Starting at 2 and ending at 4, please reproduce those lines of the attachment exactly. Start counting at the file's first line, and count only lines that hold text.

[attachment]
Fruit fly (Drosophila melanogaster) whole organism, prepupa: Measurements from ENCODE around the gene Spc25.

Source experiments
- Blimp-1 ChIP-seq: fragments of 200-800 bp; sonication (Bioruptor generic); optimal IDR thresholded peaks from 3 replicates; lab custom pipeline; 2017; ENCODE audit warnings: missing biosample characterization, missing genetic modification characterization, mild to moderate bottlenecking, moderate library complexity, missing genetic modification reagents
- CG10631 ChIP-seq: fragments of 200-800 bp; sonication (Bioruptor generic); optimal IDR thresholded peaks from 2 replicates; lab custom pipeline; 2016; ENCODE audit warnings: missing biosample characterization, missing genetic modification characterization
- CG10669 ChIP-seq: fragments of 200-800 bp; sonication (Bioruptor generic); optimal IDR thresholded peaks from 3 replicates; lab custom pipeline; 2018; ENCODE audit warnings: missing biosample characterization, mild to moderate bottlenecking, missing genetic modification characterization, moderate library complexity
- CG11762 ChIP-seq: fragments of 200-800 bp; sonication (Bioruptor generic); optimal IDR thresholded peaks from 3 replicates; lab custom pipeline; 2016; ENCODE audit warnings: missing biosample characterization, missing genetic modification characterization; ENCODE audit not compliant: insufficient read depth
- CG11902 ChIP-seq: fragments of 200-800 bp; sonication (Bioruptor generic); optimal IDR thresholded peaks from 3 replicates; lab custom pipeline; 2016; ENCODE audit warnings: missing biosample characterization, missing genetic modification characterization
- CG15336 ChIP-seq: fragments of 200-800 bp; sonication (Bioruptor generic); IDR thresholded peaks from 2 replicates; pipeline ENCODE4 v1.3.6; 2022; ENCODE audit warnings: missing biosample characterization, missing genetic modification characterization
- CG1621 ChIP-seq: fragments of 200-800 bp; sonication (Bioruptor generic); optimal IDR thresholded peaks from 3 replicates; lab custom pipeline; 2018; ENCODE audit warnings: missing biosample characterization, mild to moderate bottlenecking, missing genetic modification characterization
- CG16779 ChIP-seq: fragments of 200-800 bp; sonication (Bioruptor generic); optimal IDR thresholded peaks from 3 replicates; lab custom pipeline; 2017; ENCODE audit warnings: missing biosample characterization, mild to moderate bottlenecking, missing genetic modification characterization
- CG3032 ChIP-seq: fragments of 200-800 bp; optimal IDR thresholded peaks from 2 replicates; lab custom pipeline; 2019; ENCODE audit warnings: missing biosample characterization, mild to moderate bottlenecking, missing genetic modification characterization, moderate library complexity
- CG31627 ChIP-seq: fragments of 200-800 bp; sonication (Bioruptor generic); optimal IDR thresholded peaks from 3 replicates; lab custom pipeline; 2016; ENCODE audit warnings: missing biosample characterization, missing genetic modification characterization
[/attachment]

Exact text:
Source experiments
- Blimp-1 ChIP-seq: fragments of 200-800 bp; sonication (Bioruptor generic); optimal IDR thresholded peaks from 3 replicates; lab custom pipeline; 2017; ENCODE audit warnings: missing biosample characterization, missing genetic modification characterization, mild to moderate bottlenecking, moderate library complexity, missing genetic modification reagents
- CG10631 ChIP-seq: fragments of 200-800 bp; sonication (Bioruptor generic); optimal IDR thresholded peaks from 2 replicates; lab custom pipeline; 2016; ENCODE audit warnings: missing biosample characterization, missing genetic modification characterization